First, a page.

him and said I was feeling the affects already. Leaving ahead of Paul I travelled onward and upward toward Pont Llechart, passing Dave Harris and his camera and headed on down to the climb that would take us to Cwmllynfell. After the initial climb through a treelined lane with several cottages dotted about, I continued my ascent, riding atop the barren landscape till after 7k I descended to the info control at Cwmllynfell, 34k. The next section took me towards Brynamman where I turned right to ascend the infamous Black Mountain. By the time I reached the cattle grid I felt as if I’d climbed the mountain already but I hadn’t even started yet. Now one advantage, or disadvantage, there is to riding up this monster is after climbing a few kilometres the road takes a sharp left turn and from there you can see the rest of the entire climb as the road wiggles its way up and bears right in a giant horseshoe shape circumnavigating the central valley and heading towards the summit. The advantage being you can see how far ahead the rest of the riders are and hence you get a bit of a confidence boost. The disadvantage, as in this particular case, is looking ahead to see no one in sight. My pace had dropped to that of a snail and even some of them were passing me. Also perspiring profusely (layman’s terms – sweating buckets) and feeling quite nauseous, I was sure my eyes were deceiving me. Just ahead I began to make out the shape of a sheep with a red cow standing directly behind it. This I knew couldn’t possibly be true but the closer I came the more realistic it became until that is the sheep started to move away and I realised I’d been staring at a giant boulder painted red in the shape of a cow. It’s then I noticed several other boulders on the climb were painted red. Were these a sign of some kind? Further on I thought I’d found the answer when coming across a young chap with long beard sitting on the kerbside, wearing no socks, reading a little red book. A reincarnated chairman Mao sprang to mind, bringing his thoughts and paint pot to the mountains of South Wales. He never moved a muscle; his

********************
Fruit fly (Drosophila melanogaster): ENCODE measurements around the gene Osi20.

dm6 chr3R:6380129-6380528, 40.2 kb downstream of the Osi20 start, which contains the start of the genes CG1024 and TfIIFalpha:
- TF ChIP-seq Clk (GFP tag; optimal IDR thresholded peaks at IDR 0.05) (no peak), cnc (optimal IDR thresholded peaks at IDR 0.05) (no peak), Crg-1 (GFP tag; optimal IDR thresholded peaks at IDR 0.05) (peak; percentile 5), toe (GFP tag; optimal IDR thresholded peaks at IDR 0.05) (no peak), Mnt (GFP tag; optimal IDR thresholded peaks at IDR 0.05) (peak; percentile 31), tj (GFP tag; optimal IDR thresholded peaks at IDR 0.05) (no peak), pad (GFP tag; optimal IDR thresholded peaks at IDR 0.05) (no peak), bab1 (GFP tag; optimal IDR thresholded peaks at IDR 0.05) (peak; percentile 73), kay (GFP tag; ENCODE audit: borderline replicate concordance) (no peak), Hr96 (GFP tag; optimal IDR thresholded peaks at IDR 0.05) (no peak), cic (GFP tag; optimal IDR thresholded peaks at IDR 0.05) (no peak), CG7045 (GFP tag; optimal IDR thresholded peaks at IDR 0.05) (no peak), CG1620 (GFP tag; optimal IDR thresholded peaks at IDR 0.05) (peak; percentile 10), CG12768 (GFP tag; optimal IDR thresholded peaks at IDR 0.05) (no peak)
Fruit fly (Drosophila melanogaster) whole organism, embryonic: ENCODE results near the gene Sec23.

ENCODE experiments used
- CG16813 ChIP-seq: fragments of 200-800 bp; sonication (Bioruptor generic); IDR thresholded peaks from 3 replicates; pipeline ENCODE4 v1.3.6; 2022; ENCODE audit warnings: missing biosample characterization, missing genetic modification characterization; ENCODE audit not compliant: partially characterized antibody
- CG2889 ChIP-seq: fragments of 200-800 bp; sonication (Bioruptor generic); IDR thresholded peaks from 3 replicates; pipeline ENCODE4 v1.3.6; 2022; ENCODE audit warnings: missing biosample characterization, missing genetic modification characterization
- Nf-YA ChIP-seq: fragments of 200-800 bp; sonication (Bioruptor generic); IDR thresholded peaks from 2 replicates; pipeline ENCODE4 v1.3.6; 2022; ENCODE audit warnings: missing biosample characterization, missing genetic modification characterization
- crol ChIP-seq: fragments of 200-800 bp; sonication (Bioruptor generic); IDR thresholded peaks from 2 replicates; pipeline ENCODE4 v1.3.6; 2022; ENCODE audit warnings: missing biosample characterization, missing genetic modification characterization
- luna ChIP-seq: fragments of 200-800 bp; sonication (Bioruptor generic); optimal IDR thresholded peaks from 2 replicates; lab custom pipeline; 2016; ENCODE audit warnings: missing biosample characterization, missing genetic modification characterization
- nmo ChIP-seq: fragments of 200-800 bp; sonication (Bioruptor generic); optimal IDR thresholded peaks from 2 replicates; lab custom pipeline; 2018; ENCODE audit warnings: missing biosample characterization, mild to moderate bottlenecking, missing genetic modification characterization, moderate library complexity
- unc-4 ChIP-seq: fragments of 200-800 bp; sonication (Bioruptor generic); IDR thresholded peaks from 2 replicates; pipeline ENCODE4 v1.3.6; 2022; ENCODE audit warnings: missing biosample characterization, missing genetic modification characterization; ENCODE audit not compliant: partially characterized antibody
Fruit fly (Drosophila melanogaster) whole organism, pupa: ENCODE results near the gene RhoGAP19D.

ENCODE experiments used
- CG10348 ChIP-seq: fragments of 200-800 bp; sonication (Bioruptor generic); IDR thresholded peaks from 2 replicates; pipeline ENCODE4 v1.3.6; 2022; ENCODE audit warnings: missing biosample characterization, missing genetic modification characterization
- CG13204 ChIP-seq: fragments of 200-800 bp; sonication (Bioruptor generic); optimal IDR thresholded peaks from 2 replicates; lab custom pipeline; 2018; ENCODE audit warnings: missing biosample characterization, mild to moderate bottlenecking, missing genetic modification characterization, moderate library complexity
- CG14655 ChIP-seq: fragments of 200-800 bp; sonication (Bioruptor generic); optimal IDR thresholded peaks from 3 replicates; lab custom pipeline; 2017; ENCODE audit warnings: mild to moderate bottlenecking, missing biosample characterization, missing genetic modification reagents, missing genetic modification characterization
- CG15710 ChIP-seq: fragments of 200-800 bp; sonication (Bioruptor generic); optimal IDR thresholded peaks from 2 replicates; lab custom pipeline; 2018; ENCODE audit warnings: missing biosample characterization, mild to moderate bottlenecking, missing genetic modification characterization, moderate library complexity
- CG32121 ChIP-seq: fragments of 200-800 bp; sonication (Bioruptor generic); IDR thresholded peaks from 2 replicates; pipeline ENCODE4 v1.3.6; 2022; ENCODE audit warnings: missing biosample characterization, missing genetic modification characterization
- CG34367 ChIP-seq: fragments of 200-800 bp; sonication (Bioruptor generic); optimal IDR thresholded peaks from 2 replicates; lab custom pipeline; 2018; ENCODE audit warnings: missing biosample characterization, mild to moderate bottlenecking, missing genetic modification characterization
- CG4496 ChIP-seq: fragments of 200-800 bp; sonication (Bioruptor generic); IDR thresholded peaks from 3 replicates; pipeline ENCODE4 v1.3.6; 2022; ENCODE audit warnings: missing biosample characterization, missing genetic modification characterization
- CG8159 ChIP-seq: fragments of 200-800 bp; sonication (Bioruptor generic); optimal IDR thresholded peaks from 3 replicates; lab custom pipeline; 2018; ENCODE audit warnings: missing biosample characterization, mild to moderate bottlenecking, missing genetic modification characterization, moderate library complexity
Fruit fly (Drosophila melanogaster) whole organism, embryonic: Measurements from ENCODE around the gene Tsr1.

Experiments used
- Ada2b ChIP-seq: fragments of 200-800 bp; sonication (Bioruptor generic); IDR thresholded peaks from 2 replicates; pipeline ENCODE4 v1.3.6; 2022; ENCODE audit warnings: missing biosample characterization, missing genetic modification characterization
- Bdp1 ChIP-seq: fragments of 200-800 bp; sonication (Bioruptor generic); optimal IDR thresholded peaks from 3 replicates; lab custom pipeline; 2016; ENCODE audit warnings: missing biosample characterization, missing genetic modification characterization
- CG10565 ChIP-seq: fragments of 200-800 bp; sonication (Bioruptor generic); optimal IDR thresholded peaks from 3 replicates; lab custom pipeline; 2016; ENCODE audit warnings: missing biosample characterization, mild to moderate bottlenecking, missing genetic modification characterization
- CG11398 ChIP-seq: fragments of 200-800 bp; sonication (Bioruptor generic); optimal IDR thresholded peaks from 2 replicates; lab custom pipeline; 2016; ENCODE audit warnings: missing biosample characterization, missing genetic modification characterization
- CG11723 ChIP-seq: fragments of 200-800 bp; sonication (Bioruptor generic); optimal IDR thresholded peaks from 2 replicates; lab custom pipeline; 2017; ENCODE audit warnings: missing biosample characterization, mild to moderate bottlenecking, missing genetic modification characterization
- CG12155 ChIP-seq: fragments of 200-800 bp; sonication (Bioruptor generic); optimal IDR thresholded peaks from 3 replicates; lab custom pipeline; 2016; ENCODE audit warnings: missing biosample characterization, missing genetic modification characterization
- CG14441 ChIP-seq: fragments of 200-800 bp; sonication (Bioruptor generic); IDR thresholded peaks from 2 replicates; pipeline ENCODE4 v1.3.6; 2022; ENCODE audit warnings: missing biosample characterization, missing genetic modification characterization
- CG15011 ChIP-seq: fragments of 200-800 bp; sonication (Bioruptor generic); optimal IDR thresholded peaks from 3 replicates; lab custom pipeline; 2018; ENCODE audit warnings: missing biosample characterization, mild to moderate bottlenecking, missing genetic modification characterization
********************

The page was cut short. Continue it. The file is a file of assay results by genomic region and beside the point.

All photos by Dai Harris
Gordon Jones (above) claims three AAA points for this 100k grimpeur
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concentration remained firmly on his reading as I crawled past him. I almost asked him for some inspiration in continuing this dogged climb but alas I didn’t have the breath to speak and so I rode on none the wiser, passing a second Dave Harris with camera before reaching the summit. The views northward from here are breath taking and it was a pity not to be able to descend all the way to Llangadog but the route took me off a side road towards Trapp with an impressive view of Carreg Cennen Castle on its mound in the distance. It was another 9k of sweeping down hills and steep ascents before finally reaching the control point at the castle café including one more encounter with a third Dave Harris and camera. Had I become part of the ‘Matrix’? Mike Wood and a few of the other faster chaps were just on their way but I joined Stuart for a lunchtime snack. Paul soon arrived and the main subject of conversation became the man with the red book. It seems he was a man of different guises as Stuart quoted when passing him, the chap had no shoes and when Paul passed him he was walking but had no book. Maybe he’d just come to see the red cow. He’d be very disappointed! Stuart, who seemed to be handling the ride OK, headed off leaving Paul and myself to recuperate and enjoy the edible delights of the castle café. I continued on alone leaving Paul to finish his soup. Passing through Trapp I continued on, crossing the A483 and heading down a country lane towards Panllyn. By now, even with the revival of lunch, I felt like packing as the nausea came back but that irritation was soon
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Ian Sharpe and John Spooner Yan Fargeot Michael Wood (top right)
‘I went down, smashing my ribcage against the concrete.’